Quantitation by Selective Reaction Monitoring-Multiple Reaction Monitoring

The Thermo Scientific TSQ Quantum Access Max mass spectrometer can determine absolute quantities of selected proteins in complex mixtures, such as a whole cell extract.

The proteins are identified by one or more peptides, using their elution time, peptide mass, and mass of fragmentation products of selected peptides to identify the protein of interest.

The amount of the selected peptides is determined by comparison with an isotopically labeled synthetic versions of the selected peptides. This is referred to as selective reaction monitoring (SRM) or Multiple Reaction Monitoring (MRM).

To identify a specific protein, one or more peptides are chosen for monitoring, preferably in a preliminary experiment which identifies suitable product fragments of the selected peptides. Three steps identify the peptides of interest from a complex mixture of peptides:

  1. chromatographic elution time (usually from a reverse phase column)
    • Elution time gives relatively little discrimination because a column may separate “only” 100 peptides.
  2. mass/charge ratio (m/z) of the peptide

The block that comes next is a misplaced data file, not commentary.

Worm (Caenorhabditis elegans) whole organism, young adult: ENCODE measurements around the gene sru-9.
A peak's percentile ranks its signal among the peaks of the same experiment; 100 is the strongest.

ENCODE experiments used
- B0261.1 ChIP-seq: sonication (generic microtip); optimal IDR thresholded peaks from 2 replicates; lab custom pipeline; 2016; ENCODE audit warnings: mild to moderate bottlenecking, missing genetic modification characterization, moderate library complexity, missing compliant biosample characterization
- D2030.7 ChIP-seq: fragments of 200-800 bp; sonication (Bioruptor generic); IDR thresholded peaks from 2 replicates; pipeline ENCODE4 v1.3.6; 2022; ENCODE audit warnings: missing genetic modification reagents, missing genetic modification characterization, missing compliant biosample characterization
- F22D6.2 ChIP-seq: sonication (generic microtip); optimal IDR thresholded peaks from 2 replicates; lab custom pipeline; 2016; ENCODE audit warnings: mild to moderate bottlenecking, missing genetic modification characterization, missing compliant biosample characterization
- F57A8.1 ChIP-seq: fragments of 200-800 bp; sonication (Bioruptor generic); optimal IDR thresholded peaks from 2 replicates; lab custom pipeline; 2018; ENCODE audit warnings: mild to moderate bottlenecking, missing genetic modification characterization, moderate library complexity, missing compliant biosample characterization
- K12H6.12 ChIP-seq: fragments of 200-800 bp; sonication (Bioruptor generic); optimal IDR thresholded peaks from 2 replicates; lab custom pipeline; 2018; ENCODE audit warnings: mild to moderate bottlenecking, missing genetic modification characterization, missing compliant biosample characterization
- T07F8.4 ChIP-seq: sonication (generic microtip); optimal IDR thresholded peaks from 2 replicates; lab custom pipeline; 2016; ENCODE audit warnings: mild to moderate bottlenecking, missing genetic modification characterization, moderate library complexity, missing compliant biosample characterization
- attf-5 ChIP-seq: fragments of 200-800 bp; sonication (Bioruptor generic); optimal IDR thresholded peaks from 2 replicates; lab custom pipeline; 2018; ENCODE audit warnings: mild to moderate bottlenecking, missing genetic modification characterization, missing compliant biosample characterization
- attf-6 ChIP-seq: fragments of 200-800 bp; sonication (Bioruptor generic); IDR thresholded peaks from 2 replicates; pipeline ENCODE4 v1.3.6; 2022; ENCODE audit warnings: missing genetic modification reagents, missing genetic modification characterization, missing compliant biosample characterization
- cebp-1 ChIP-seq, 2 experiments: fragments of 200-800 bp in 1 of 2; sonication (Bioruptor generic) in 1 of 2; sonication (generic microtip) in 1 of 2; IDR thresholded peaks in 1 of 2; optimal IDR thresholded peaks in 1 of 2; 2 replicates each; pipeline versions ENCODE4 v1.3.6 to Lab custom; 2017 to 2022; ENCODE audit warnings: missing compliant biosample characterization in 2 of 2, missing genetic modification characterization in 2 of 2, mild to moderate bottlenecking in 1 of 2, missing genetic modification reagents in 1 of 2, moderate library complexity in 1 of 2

• A doubly charged form of the peptide is often measured. The mass/charge ratio, measured in the first stage of the mass spectrometer, narrows the number of possible proteins but is rarely adequate to uniquely identify a protein.
  3. mass/charge ratio (m/z) of collision products of the peptide.
    • The fragmentation products of the peptide are called transitions. A preliminary experiment is desirable to chose the product ions for measurement, usually a y ion from the collision. The second stage of the mass spectrometer fragments by collisions with gas molecules the peptides selected in the first stage. The third stage measures the mass/charge ratio of selected fragments.


An isotopically labeled, heavy, version of the peptide is added to the digested protein mixture. The heavy peptide elutes at the same time as the native, light, peptide of interest. The instrument is set to detect the peptide of interest at the light mass and heavy mass, and then detects the light (native)  and heavy (labeled) masses (m/z) of the peptide collision products.

The ratio of signals of the peptide collision products is used to quantitate the peptide, and hence protein of interest. Up to 300 peptides can be monitored in one run.

Several companies can synthesize the labeled peptides.